Turner Prize: Confused Critics Demand Relevance

Turner Prize installation shot of Duncan Campbell, "It for Others," 2013. © the artist, courtesy Tate Photography.
  • ads
  • ads

I won’t blow my own trumpet too much, since it was fairly obvious that Duncan Campbell was going to win this year’s Turner Prize when I reviewed the Tate’s annual art prize exhibition when it opened in October. Still, it’s nice to be right, even though I always forget to make a bet on the winner. (Campbell was a 7-4 favorite with the bookmakers, in case you’re wondering.) The 42-year-old Dublin-born filmmaker has long been a big favorite of mine, for his hypnotic, densely-researched videos, which delve into the shadowy corners of British political history, resurrecting figures long forgotten, such as the American car entrepreneur John DeLorean, or the Irish republican activist Bernadette Devlin – individuals whose unusual passage through key moments in time are unearthed by Campbell’s deft reassembly of the traces they leave behind in the often crumbling audiovisual archives of the broadcast media.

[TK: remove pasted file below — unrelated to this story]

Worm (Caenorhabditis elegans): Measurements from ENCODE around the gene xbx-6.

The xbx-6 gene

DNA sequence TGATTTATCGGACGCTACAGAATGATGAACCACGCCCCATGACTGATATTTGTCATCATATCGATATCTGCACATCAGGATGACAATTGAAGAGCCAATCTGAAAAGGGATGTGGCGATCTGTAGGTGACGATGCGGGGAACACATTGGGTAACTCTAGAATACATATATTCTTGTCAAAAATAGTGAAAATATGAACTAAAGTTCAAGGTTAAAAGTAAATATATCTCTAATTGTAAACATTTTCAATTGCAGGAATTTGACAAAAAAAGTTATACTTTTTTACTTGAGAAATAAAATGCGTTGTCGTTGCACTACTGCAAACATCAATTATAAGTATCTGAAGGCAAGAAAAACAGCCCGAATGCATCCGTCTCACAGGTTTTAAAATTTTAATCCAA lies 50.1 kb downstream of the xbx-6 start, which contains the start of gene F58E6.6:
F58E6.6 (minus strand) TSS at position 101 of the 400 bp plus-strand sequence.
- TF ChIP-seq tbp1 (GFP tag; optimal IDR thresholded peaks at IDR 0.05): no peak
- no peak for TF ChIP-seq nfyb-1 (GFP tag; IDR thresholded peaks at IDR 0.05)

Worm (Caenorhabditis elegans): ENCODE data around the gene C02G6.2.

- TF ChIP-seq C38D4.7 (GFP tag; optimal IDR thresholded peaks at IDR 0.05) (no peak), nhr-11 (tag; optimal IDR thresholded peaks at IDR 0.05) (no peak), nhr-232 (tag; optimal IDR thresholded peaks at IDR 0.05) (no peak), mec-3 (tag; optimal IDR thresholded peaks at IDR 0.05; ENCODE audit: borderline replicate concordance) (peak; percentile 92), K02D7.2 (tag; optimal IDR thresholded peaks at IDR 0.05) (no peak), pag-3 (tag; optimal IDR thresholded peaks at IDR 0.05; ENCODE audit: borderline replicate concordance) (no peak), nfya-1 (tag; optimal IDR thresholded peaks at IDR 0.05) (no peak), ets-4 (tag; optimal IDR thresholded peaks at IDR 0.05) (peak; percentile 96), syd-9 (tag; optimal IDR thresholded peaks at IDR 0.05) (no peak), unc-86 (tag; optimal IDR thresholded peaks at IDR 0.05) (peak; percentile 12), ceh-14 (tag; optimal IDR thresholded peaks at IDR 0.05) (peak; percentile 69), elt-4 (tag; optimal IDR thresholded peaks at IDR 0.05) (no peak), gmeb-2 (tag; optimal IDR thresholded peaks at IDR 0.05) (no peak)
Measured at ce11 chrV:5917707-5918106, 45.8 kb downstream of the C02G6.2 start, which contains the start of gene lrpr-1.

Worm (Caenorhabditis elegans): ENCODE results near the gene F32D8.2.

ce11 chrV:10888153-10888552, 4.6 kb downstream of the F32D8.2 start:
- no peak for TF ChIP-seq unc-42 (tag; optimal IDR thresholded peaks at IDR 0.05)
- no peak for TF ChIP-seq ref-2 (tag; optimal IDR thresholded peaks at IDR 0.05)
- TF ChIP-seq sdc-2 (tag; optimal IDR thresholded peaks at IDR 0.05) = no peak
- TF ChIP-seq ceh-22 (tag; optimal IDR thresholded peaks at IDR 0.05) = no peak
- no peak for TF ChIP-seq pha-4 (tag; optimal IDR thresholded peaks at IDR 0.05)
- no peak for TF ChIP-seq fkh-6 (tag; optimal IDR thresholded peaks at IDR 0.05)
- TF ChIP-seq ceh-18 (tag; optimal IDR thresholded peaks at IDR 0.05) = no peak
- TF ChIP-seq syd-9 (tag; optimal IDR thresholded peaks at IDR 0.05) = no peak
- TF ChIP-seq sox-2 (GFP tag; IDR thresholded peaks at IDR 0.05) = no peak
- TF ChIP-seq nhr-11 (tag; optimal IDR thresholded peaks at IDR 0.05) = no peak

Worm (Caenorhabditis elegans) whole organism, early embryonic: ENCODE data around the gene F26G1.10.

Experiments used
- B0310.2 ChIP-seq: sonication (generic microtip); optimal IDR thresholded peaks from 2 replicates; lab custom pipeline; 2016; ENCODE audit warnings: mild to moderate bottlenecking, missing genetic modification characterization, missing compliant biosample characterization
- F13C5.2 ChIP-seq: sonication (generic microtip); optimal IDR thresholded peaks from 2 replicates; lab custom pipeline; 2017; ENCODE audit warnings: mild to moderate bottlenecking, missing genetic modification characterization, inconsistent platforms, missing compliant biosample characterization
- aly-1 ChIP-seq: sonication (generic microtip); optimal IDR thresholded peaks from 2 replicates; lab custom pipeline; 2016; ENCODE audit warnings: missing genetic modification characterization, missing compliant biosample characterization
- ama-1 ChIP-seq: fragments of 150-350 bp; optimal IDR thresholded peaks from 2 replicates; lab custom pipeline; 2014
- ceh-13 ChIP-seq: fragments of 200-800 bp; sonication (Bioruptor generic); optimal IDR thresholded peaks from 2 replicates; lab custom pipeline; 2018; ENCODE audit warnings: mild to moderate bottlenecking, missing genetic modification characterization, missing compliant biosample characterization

So, for me, Campbell deserves his win. Which isn’t to say that his massive, 54-minute-long video presented at the Turner Prize exhibition, It for Others (2013), is the easiest piece of work to take on board.

Continue reading on Artnet News.

Leave a Reply

Your email address will not be published. Required fields are marked *